Do not use slang. It is acceptable to use hobby abbreviations, but no txt speak, please.

Do not ask others to write your cards for you. It is good to ask questions, but it's best to ask other collectors very specific questions, and only after exhausting every book and reference web site known to humankind. 

Avoid neon paper, metallics, glitter, flowers, stand-up photo frames, decorated borders. A card is ideally a simple transfer of information, and the audience (the judge) deserves the same respect as when you submit a college paper. If you use page protectors, make sure they are optically clear. If the judge has to squint to read it through the plastic, it is failing. No perfume, no distractions. I used to use the clear upright photo frames, but I once saw one fall over, so now I'm anti-frame.

Never show your model, or a similar one, in a photo with past awards as part of your Collectibility documentation. Do not brag about past wins. The entry today is not being judged on past achievements, but against What Else Is On The Table.

Your entry is not about who you know. Name drop in your documentation only if it has historic significance to the factory, or shows a short chain of factory provenance. Collectibility is about the factory and its associates; it is not about noted model horse hobbyists whose names you think will give your horse an edge with the judge. The only time it is appropriate to list the previous owner is if they have a direct link to the factory that produced the entry (like a family member).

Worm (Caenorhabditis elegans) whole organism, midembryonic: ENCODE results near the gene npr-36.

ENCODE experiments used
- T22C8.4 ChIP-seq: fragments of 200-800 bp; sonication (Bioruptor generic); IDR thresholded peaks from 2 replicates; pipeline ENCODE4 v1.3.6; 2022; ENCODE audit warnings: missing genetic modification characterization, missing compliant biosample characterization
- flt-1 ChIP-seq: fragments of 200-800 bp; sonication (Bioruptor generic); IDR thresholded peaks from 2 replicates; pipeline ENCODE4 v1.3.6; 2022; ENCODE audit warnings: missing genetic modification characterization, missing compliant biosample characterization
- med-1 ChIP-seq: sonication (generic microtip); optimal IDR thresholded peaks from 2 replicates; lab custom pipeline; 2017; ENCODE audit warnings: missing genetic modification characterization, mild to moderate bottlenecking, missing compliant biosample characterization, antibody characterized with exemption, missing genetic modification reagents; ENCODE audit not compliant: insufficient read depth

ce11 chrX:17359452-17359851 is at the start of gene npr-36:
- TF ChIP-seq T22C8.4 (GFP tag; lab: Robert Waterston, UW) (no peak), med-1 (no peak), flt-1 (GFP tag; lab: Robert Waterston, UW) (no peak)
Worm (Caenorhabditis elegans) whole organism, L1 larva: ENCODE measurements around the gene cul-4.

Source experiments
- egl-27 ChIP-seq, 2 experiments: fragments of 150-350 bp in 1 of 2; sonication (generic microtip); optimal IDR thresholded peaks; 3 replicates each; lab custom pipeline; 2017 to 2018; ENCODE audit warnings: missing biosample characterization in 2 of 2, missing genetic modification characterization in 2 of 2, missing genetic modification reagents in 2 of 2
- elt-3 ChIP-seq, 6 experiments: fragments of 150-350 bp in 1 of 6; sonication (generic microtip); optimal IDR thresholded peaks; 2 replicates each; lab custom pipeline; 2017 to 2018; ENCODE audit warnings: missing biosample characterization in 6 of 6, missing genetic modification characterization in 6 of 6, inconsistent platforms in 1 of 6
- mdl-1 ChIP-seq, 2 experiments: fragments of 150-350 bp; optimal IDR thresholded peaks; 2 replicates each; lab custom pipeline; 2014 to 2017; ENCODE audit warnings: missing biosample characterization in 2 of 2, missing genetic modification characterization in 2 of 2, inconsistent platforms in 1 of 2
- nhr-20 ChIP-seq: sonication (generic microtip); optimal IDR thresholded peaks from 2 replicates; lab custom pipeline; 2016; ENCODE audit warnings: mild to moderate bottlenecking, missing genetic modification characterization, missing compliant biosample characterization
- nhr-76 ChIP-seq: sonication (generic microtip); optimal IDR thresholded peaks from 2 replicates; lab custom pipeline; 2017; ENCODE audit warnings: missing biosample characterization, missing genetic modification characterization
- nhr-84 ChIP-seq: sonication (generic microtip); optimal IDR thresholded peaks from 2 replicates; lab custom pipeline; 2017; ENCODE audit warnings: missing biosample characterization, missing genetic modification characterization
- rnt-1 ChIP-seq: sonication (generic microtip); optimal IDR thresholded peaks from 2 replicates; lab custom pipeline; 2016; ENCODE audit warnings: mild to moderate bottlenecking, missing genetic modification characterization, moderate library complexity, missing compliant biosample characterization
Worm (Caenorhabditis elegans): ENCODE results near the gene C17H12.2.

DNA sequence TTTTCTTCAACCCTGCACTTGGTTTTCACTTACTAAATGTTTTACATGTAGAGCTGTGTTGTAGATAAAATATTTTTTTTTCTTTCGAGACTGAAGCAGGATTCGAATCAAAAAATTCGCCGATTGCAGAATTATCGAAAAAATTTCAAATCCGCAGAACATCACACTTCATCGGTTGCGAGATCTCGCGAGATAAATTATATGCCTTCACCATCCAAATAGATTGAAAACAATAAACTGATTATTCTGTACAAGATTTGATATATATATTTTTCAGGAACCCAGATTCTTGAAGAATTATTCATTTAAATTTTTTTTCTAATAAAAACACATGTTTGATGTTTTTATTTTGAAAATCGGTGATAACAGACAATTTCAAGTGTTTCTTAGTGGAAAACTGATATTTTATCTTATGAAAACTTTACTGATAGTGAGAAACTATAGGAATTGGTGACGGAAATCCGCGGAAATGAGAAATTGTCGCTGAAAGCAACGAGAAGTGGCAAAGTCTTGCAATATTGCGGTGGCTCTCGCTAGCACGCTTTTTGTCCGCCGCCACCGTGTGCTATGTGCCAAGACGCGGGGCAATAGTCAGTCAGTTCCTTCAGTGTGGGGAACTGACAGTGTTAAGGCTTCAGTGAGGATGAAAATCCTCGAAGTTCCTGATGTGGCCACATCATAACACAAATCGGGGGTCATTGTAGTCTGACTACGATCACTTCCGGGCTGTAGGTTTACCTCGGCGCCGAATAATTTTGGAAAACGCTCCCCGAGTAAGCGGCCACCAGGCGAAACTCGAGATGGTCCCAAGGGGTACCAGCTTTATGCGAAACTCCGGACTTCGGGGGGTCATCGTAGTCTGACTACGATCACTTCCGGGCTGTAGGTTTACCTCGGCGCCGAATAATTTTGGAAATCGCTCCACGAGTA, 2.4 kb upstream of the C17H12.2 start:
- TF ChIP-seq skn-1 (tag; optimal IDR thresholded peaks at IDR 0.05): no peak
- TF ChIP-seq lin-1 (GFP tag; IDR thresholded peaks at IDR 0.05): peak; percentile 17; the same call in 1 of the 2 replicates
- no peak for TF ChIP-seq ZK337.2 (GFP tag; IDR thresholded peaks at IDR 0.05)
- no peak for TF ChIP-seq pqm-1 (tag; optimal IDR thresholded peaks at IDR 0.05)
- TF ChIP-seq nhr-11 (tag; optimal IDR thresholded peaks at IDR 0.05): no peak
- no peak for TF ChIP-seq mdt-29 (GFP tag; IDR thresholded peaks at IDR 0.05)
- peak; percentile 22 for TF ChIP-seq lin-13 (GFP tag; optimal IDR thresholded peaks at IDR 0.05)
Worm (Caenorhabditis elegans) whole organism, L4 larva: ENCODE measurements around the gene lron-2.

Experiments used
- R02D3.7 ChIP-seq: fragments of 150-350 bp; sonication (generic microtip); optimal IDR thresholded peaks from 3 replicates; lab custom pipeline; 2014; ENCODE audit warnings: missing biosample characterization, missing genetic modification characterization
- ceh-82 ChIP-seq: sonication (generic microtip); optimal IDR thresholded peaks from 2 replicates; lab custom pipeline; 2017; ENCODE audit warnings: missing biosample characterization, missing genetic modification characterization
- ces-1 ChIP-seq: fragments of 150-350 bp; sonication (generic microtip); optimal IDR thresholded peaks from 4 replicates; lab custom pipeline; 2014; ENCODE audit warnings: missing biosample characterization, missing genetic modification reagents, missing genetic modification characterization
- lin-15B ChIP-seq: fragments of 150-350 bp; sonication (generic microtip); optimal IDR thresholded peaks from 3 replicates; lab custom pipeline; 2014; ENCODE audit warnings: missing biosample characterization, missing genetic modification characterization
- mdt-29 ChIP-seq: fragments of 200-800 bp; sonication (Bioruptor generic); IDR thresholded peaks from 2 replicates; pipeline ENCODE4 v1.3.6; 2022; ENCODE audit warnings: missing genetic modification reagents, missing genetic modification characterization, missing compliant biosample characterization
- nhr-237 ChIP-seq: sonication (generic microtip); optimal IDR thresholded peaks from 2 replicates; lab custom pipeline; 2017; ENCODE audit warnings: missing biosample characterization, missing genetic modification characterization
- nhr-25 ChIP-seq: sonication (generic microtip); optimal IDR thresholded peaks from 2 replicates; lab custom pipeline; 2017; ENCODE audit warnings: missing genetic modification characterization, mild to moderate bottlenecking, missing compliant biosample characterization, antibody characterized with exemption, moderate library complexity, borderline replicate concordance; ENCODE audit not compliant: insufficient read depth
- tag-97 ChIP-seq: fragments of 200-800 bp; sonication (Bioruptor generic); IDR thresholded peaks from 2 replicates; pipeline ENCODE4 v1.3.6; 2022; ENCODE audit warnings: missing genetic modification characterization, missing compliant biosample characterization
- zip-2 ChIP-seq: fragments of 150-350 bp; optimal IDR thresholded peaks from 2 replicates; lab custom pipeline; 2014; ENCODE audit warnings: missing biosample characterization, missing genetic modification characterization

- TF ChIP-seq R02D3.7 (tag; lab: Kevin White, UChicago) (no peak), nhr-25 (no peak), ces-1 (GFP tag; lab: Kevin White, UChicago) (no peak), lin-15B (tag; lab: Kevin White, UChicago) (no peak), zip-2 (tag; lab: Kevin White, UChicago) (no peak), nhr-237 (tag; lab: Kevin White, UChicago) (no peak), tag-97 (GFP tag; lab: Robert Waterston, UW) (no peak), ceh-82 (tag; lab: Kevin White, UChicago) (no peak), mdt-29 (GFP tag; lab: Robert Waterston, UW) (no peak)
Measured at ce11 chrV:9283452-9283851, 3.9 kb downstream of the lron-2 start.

Just as for Artist Resin Workmanship, do not mention the restoration artist's name on a Collectibility Card. The factory designer or the factory decorator's name is OK to mention, because they were factory employees, and are generally outside the realm of influence of judging-by-name. Avoid mentioning that the entry was restored at all, unless the only factory provenance you have displays it in a damaged condition. Then, it is important to mention, "This was restored since that was published", so that the judge knows it really is the same exact horse shown in documentation.

If you have any card questions, you are welcome to email me or post a comment to the blog. Happy card writing, and see you at the shows!


  1. Super post, but I must dispute one recommendation, and that is Arial. Research has shown for years that, while sans serif fonts are best on *computer screens*, serif fonts are far easier on the eye when printed. Sans-serif fonts -- Arial in particular -- tend to look like bar codes after a while.

    I'm not fond of Times New Roman -- we use Garamond for most printed material.

    If your heart is set on sans-serif, Verdana is much easier to read, although it needs to be 1 pt larger than Arial. :) Readability/usability are one of the things Xerox pays me for ... :D

  2. Please, not Arial. If you must use sans-serif, try Verdana. HOWEVER -- as you'll notice if you pick up almost any book, serif type is far easier to read in print, because it's "friendlier" to the eye. We're accustomed to sans fonts on line, because the serifs don't always fair well via pixel, but it's been proven that in print, serif fonts do not turn into "bar codes" for the tired eye. Garamond is a very readable serif font, and better than Times Roman.